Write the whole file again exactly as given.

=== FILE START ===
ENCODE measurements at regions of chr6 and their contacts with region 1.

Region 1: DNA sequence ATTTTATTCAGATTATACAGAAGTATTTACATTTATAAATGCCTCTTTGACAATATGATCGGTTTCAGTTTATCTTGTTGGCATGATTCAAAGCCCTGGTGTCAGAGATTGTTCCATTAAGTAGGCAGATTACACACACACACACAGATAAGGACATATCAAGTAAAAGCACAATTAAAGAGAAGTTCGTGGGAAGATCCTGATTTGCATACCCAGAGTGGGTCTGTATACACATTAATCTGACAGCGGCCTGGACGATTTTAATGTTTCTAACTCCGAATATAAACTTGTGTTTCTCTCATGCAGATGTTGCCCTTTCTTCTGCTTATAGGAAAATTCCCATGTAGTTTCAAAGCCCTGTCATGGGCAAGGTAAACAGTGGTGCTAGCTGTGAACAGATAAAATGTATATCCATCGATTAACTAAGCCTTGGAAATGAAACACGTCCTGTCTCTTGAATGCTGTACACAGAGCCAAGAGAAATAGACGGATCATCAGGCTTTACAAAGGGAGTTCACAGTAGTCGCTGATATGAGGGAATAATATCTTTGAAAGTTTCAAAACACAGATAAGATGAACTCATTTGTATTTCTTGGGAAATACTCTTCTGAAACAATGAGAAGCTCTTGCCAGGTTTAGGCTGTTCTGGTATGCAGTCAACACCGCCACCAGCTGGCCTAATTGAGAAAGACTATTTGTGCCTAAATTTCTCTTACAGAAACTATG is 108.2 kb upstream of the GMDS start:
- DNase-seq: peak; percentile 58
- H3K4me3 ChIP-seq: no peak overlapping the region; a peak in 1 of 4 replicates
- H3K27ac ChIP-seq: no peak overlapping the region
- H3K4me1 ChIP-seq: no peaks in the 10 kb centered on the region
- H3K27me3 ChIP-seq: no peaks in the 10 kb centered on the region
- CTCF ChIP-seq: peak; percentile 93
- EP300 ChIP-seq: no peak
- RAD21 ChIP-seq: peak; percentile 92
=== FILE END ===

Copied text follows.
ENCODE measurements at regions of chr6 and their contacts with region 1.

Region 1: DNA sequence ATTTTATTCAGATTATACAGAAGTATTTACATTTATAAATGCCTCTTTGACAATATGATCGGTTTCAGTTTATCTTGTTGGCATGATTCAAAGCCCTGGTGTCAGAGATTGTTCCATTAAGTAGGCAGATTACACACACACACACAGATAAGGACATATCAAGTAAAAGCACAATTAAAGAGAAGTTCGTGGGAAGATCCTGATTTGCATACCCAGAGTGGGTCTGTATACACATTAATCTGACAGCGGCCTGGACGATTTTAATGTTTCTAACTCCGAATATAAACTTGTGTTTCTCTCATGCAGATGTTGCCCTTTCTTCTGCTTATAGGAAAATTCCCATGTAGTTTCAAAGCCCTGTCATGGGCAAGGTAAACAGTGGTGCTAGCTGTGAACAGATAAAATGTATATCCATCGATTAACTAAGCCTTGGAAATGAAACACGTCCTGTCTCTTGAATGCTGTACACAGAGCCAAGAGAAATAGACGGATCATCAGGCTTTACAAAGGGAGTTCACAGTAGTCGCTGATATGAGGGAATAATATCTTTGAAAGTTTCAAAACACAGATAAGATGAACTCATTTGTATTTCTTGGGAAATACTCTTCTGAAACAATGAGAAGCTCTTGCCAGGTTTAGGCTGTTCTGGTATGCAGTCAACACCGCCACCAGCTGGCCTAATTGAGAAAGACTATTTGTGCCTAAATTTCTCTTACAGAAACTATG is 108.2 kb upstream of the GMDS start:
- DNase-seq: peak; percentile 58
- H3K4me3 ChIP-seq: no peak overlapping the region; a peak in 1 of 4 replicates
- H3K27ac ChIP-seq: no peak overlapping the region
- H3K4me1 ChIP-seq: no peaks in the 10 kb centered on the region
- H3K27me3 ChIP-seq: no peaks in the 10 kb centered on the region
- CTCF ChIP-seq: peak; percentile 93
- EP300 ChIP-seq: no peak
- RAD21 ChIP-seq: peak; percentile 92